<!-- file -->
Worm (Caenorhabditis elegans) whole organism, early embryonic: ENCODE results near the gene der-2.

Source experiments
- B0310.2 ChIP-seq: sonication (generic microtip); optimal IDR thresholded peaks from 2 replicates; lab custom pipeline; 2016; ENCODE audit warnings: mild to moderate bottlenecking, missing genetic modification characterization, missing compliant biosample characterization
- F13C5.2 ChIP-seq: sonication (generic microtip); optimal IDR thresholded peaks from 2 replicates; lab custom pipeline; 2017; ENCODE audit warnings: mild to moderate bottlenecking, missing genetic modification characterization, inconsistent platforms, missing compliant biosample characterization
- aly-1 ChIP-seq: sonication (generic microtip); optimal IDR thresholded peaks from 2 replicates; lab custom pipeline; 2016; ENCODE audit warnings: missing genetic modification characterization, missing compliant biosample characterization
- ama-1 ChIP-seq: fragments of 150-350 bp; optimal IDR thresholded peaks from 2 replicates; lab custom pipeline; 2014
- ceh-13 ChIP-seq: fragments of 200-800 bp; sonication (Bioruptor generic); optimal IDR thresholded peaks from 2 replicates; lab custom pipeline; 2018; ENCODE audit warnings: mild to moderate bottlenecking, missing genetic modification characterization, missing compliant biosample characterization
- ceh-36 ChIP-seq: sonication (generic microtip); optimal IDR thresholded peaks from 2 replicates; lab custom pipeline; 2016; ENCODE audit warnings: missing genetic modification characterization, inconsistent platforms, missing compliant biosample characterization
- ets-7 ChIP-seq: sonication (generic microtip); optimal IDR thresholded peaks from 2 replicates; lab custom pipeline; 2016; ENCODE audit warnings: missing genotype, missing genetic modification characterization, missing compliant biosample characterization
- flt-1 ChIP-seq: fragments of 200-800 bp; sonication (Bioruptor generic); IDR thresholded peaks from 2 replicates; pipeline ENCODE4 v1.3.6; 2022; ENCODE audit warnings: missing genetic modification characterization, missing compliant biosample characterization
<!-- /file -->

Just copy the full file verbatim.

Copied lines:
Worm (Caenorhabditis elegans) whole organism, early embryonic: ENCODE results near the gene der-2.

Source experiments
- B0310.2 ChIP-seq: sonication (generic microtip); optimal IDR thresholded peaks from 2 replicates; lab custom pipeline; 2016; ENCODE audit warnings: mild to moderate bottlenecking, missing genetic modification characterization, missing compliant biosample characterization
- F13C5.2 ChIP-seq: sonication (generic microtip); optimal IDR thresholded peaks from 2 replicates; lab custom pipeline; 2017; ENCODE audit warnings: mild to moderate bottlenecking, missing genetic modification characterization, inconsistent platforms, missing compliant biosample characterization
- aly-1 ChIP-seq: sonication (generic microtip); optimal IDR thresholded peaks from 2 replicates; lab custom pipeline; 2016; ENCODE audit warnings: missing genetic modification characterization, missing compliant biosample characterization
- ama-1 ChIP-seq: fragments of 150-350 bp; optimal IDR thresholded peaks from 2 replicates; lab custom pipeline; 2014
- ceh-13 ChIP-seq: fragments of 200-800 bp; sonication (Bioruptor generic); optimal IDR thresholded peaks from 2 replicates; lab custom pipeline; 2018; ENCODE audit warnings: mild to moderate bottlenecking, missing genetic modification characterization, missing compliant biosample characterization
- ceh-36 ChIP-seq: sonication (generic microtip); optimal IDR thresholded peaks from 2 replicates; lab custom pipeline; 2016; ENCODE audit warnings: missing genetic modification characterization, inconsistent platforms, missing compliant biosample characterization
- ets-7 ChIP-seq: sonication (generic microtip); optimal IDR thresholded peaks from 2 replicates; lab custom pipeline; 2016; ENCODE audit warnings: missing genotype, missing genetic modification characterization, missing compliant biosample characterization
- flt-1 ChIP-seq: fragments of 200-800 bp; sonication (Bioruptor generic); IDR thresholded peaks from 2 replicates; pipeline ENCODE4 v1.3.6; 2022; ENCODE audit warnings: missing genetic modification characterization, missing compliant biosample characterization